My life has become rather interesting of late. I’m the younger employee of an older man who just quit his stable job and is slowly losing his mind. I think that’s why he’s started to express romantic interest in me, but I don’t really care. It’s nice to be within six feet of another human being. I just ended a several year affair with a married woman after another taught me that there’s more to life than my small town and my loving, dysfunctional family. I think I’m going to take a road trip with my genetic anomaly of a younger brother. Did I mention I’m an obstetrician? I just found out I’m not biologically related to the man who raised me.
Before the apocalypse, I lived in a world where everyone was old and ugly and hated each other. It’s a real place called Haines, Alaska, a town of 2,000 conspiracy theorists. Even the most banal topics like the library have two sides, diametrically opposed, each convinced the other has a secret plot to gain supremacy dating back a decade, at least.
On Netflix, everyone is young and beautiful and only some people hate each other. How could you not want to be a part of a world like that? A utopia.
My life now revolves around use of my phone. I don’t believe in charging it at night. It needs sleep just like I do, but I can’t afford to have it run out of battery during the day. My only recourse is to drag it around by its umbilical cord, our umbilical cord, a 25-ft electric blue extension cord connecting the charger to the wall. It slithers after us as we move from room to room.
My real-world mother, who lives far away, worries I’m lonely, starved for social interaction. What she doesn’t realize is that in Netflix Utopia, you are never alone.
I’m on day seven of mandatory quarantine, but I have an active social life. Sam Seaborn, Jerry Maguire, Gilbert Grape, Nina Proudman. The list goes on. I flit from one group interaction to the next, season after season. Sometimes I wish I could have a moment just to myself in this whirlwind of a social calendar, but if I were left alone with my thoughts, I’m not sure we’d get along.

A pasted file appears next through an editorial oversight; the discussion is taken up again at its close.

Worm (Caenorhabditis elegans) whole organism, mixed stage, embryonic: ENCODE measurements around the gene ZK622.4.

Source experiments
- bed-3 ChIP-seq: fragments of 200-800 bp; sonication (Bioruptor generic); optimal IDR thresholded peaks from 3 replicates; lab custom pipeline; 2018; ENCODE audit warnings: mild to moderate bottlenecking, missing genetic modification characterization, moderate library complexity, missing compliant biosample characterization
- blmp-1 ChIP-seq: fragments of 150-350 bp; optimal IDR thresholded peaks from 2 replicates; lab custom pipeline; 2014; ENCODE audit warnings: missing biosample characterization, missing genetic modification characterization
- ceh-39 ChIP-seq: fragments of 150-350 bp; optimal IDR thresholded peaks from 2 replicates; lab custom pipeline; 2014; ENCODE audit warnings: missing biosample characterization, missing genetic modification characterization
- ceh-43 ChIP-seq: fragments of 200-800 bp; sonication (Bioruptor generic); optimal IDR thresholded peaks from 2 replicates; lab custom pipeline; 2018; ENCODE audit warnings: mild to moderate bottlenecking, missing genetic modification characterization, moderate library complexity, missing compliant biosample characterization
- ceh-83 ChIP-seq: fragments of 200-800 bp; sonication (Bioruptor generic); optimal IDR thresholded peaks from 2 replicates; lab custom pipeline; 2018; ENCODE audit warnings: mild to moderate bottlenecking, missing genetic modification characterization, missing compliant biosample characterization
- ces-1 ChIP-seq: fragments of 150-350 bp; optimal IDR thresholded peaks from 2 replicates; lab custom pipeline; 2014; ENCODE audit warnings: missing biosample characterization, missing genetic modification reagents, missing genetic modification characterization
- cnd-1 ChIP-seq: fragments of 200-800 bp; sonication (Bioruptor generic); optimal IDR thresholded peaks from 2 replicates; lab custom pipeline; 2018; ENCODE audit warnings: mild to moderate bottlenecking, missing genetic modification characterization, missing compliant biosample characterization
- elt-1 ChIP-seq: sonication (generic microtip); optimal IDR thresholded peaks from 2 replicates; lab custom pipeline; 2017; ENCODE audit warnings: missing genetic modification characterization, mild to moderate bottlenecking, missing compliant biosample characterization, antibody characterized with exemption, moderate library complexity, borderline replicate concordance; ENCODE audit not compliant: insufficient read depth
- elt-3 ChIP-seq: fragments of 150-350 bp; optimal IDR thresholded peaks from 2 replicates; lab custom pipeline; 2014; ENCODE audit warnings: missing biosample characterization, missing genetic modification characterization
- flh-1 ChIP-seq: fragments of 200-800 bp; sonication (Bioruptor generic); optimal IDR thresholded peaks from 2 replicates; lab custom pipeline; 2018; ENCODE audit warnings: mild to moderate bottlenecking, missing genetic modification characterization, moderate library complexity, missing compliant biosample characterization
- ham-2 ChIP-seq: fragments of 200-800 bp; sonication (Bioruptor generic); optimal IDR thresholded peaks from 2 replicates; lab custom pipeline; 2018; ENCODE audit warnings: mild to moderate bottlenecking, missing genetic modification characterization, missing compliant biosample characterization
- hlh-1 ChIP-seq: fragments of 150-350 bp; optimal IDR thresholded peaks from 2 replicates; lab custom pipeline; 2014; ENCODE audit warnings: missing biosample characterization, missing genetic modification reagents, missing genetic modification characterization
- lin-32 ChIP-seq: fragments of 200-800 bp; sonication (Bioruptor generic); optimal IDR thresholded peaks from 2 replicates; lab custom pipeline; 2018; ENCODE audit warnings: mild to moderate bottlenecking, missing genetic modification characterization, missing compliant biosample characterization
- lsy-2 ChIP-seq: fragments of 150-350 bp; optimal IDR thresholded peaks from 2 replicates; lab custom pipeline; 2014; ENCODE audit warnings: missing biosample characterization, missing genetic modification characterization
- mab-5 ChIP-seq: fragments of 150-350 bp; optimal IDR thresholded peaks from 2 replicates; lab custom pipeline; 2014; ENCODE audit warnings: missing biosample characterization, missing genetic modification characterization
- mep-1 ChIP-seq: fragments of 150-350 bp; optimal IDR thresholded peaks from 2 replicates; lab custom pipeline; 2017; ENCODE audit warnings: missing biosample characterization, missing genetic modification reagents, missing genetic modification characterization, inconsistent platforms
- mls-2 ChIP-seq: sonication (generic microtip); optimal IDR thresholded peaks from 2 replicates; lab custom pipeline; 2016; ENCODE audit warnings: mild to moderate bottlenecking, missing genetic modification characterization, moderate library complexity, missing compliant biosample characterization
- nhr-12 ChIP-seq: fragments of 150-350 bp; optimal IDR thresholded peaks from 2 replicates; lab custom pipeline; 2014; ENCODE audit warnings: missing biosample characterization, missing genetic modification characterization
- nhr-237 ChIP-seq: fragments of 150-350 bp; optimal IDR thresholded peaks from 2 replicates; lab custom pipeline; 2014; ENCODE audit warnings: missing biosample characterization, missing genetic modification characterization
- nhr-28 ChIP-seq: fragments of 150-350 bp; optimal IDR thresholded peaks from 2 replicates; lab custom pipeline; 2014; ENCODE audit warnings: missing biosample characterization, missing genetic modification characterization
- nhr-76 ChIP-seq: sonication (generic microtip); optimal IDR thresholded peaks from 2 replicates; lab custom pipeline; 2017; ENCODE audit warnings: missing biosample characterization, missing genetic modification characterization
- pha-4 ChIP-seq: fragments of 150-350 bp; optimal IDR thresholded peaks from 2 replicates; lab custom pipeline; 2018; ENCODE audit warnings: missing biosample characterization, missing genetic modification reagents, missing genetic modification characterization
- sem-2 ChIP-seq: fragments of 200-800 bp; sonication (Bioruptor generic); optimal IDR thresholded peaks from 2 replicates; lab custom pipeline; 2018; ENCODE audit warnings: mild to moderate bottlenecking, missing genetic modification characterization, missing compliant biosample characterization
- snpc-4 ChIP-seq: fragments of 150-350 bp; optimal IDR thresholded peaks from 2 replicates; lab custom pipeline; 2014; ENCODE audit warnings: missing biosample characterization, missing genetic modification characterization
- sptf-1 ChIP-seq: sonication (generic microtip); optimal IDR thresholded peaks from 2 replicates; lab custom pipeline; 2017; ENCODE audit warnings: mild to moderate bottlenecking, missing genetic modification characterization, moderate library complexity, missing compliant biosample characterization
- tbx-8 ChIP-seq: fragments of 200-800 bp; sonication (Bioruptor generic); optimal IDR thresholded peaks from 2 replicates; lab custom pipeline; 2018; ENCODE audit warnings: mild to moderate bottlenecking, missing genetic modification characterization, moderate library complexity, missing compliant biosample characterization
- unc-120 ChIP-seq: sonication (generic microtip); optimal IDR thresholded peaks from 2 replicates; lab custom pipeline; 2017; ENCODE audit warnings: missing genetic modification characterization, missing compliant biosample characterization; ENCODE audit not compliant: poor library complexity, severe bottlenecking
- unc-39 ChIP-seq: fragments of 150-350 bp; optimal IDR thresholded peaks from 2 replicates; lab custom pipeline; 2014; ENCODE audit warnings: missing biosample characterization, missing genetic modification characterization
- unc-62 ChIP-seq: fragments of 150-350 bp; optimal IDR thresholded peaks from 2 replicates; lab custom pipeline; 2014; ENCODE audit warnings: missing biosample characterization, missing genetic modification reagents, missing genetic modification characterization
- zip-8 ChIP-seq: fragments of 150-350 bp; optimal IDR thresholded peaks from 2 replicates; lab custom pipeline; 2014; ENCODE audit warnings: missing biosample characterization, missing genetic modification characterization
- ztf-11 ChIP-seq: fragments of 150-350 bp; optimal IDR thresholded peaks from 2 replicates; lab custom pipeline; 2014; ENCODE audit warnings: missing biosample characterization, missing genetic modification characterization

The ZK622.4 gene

The profundity of the Netflix ocean is immense, infinite, all-consuming, like a landscape reflected in a puddle. The algorithm only ever recommends you watch the same 50 movies and TV shows. Of those, you only ever consider watching about half. Of those, you’ve already seen an ever growing number. Mathematically, at some point you should run out of material to watch, and yet, by steadily lowering your standards, you approach zero, but you never reach it.
And then there are the limbo titles. How many movies make up the detritus at the bottom, the films never asked to the prom, never deemed worthy by the algorithmic gods? If a lost viewer were to trip down the Netflix rabbit hole and accidentally click on one of these not-meant-for-human-consumption movies, would there be anything to play? Or would the viewer be greeted with an empty screen, a shell, an image used to build out the impression of a larger space that never existed, like the backdrop of an old Hollywood movie?
In Netflix Utopia, the non-essentials melt away. You discover the things that cannot be reduced to virtual echoes of their former selves. Virtually nothing in this virtual utopia.
Today, I took a virtual hike in my backyard, staring up at the mountains as I did lunges. Real sweat poured down my face. To be admitted to Netflix Utopia, I will need to drop the pounds I’ve put on through inactivity these past few weeks. All the good, important people in Netflix Utopia are skinny. Tom Cruise has abs like Jesus.
In Netflix Utopia, when beautiful people say dumb things, it sounds smart. You had me at “hello.” Yippee Ki Yay. And everyone is beautiful, frozen at the zenith of their career, after the veneers but before age started to soften their jawline.
You can learn a lot from these virtual friends. How to treat a woman right. How to be a woman being treated right. The internal struggle between doing what is right and what is politically expedient that a president faces each and every day of his career. The times when it’s appropriate to get drunk, go over to your much younger employee’s house and make out with them. The rare times when it’s not.
In Netflix Utopia, every child receives an iPad at birth. It’s called “machine learning.” Just a few hours of Netflix a day, and anyone can learn how to be a full-fledged member of the human race. Just a few hours of Netflix a day, and you start to wonder why you ever bothered living in the real world.
One month into quarantine, the average American was watching eight hours worth of movies and television a day. I was one of them. And so, I would guess, were many of you. What happens when, as a nation, we’re spending 2.6 billion hours a day streaming online content? What happens when TV becomes your best friend, your family, your lover and your more than full-time job? Life is objectively more exciting, funny and attractive–as long as you’re content to be a viewer, rather than a participant; as long as you don’t worry about the effect it’s having on your brain; as long as you’re able to overlook the tiny, insignificant detail that none of it is real. If that’s all cool with you, then quarantine is basically a utopia. Welcome.